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January 13, 2023

Candid Snaps of a Group of Women Spent Time Together in a Pub in Bermondsey, on a Day Trip to Margate, ca. 1950s

Mother’s Day Off was a photostory by British photographer Grace Robertson about a group of women from Bermondsey in South London enjoying a day-trip to the coast. It was one of a series of articles in which Picture Post looked at the ways in which working-class people spent their free time during the summer months. On a rare day off the women are enjoying a drink at a local bar before departing for Margate, Kent, England. This has clearly sparked off the curiosity of the children playing outside.
“I felt I was an observer of society. I never thought about my presence in it. My driving force in photographing women was to find out what makes them tick.” – Grace Robertson
Captured in 1954, the series depicts a group of women traveling from a pub in Bermondsey, London to the seaside resort of Margate in Kent. Robertson spent three days in the women’s company, drinking at their local pub, in order to gain their trust. The method worked, Robertson gained an intimate insight into the women's lives and their tight-knit community.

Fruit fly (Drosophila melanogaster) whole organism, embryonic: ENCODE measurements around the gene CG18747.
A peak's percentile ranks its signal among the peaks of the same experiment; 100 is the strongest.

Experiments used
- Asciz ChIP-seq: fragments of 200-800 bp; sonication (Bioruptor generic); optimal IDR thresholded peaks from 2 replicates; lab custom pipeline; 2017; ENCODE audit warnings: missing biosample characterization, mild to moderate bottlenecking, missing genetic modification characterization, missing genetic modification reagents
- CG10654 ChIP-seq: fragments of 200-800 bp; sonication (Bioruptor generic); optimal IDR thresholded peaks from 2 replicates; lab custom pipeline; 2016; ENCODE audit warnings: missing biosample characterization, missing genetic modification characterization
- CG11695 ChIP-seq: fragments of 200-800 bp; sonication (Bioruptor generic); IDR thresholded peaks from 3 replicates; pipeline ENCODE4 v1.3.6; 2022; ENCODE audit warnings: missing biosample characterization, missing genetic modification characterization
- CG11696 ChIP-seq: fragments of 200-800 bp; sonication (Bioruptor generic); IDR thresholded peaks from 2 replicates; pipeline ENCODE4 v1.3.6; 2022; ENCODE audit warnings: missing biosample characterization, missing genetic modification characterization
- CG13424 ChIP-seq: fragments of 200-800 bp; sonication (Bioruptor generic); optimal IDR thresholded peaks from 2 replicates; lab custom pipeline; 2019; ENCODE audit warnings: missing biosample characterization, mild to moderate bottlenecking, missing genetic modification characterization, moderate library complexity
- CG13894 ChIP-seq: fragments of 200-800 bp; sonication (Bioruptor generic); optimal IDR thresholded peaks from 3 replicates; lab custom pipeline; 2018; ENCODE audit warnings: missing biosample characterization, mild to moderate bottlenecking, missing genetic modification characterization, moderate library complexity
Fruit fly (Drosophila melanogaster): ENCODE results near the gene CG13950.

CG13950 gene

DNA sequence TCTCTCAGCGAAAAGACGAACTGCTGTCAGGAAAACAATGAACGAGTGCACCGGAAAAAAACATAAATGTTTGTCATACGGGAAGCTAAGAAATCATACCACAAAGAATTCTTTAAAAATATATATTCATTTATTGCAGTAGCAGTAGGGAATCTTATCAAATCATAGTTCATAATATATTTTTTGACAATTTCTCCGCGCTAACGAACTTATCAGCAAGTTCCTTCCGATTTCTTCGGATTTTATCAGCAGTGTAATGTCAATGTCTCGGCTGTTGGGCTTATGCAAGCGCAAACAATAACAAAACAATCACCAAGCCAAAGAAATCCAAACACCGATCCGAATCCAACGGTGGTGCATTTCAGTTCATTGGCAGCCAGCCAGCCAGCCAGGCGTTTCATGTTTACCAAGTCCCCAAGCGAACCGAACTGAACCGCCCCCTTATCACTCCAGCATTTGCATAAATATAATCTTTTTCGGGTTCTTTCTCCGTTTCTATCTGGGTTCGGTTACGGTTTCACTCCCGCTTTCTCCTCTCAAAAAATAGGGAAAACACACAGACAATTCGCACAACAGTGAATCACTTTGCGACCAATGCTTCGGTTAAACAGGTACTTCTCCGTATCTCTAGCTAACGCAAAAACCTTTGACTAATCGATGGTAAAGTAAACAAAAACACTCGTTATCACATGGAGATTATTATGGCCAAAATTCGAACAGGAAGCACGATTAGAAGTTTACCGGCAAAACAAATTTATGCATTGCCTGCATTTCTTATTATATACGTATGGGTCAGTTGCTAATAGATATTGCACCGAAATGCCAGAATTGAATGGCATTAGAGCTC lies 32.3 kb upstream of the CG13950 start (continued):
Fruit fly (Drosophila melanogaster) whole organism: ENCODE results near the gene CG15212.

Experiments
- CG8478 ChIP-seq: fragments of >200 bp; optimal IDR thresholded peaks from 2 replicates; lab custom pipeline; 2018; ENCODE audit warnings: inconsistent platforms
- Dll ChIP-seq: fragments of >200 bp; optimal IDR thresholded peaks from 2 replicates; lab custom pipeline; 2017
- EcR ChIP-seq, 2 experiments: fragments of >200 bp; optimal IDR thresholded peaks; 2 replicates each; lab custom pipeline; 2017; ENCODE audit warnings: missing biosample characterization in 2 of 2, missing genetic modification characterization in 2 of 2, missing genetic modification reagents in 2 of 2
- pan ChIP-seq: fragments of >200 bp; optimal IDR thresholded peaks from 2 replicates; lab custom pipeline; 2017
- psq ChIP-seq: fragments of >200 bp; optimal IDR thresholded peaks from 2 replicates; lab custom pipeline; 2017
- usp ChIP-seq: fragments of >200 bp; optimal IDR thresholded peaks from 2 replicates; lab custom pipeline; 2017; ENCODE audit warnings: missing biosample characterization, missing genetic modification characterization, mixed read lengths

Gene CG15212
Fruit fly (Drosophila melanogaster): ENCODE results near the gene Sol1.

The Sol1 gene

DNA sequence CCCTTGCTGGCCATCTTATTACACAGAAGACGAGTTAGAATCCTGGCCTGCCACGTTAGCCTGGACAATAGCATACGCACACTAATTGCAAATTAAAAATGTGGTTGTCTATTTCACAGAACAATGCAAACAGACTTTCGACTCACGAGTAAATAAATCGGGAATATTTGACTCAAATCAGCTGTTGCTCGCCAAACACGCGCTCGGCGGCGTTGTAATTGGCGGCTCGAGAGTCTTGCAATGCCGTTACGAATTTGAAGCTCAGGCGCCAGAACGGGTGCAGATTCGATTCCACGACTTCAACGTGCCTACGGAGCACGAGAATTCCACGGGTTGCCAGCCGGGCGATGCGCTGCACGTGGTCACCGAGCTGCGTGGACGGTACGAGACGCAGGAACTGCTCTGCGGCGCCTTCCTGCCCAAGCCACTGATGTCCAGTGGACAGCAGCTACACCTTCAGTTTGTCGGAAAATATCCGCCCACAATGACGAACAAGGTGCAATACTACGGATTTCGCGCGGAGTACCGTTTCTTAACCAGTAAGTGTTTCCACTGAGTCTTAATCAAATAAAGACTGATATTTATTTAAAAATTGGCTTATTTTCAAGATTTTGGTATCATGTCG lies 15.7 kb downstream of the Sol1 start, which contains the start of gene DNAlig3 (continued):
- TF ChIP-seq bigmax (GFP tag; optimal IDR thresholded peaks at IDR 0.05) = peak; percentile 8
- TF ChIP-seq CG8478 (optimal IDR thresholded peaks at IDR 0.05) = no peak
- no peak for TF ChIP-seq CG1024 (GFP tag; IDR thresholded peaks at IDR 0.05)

Robertson described the series as her “most enjoyable” – the photographs revel in the women’s unselfconscious, joyous celebrations – singing, drinking and entertaining. However, there was also a sense that this community was disappearing, and Robertson wanted to preserve it with her lens. When Robertson first pitched Mother’s Day Off to Picture Post, it was rejected on the grounds it lacked “broad appeal.” Determined, Robertson submitted the photographs to the editor. They clearly had an impact, forming the lead story in the next publication. In 1956 a similar story was commissioned by Life magazine, cementing the series’ fame internationally.


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